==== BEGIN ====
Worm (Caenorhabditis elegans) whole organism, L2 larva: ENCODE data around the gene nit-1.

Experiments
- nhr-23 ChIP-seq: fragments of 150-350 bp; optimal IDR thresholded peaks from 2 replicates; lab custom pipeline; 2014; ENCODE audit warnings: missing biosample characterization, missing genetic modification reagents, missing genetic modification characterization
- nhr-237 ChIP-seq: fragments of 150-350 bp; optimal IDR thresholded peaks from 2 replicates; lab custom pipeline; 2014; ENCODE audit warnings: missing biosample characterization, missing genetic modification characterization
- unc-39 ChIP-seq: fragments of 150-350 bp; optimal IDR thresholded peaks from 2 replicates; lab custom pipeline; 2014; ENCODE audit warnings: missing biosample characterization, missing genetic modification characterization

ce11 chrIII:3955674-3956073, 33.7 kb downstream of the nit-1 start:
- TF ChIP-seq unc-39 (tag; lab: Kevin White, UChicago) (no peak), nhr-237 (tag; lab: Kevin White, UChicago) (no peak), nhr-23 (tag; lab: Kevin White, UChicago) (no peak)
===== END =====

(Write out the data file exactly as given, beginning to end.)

Worm (Caenorhabditis elegans) whole organism, L2 larva: ENCODE data around the gene nit-1.

Experiments
- nhr-23 ChIP-seq: fragments of 150-350 bp; optimal IDR thresholded peaks from 2 replicates; lab custom pipeline; 2014; ENCODE audit warnings: missing biosample characterization, missing genetic modification reagents, missing genetic modification characterization
- nhr-237 ChIP-seq: fragments of 150-350 bp; optimal IDR thresholded peaks from 2 replicates; lab custom pipeline; 2014; ENCODE audit warnings: missing biosample characterization, missing genetic modification characterization
- unc-39 ChIP-seq: fragments of 150-350 bp; optimal IDR thresholded peaks from 2 replicates; lab custom pipeline; 2014; ENCODE audit warnings: missing biosample characterization, missing genetic modification characterization

ce11 chrIII:3955674-3956073, 33.7 kb downstream of the nit-1 start:
- TF ChIP-seq unc-39 (tag; lab: Kevin White, UChicago) (no peak), nhr-237 (tag; lab: Kevin White, UChicago) (no peak), nhr-23 (tag; lab: Kevin White, UChicago) (no peak)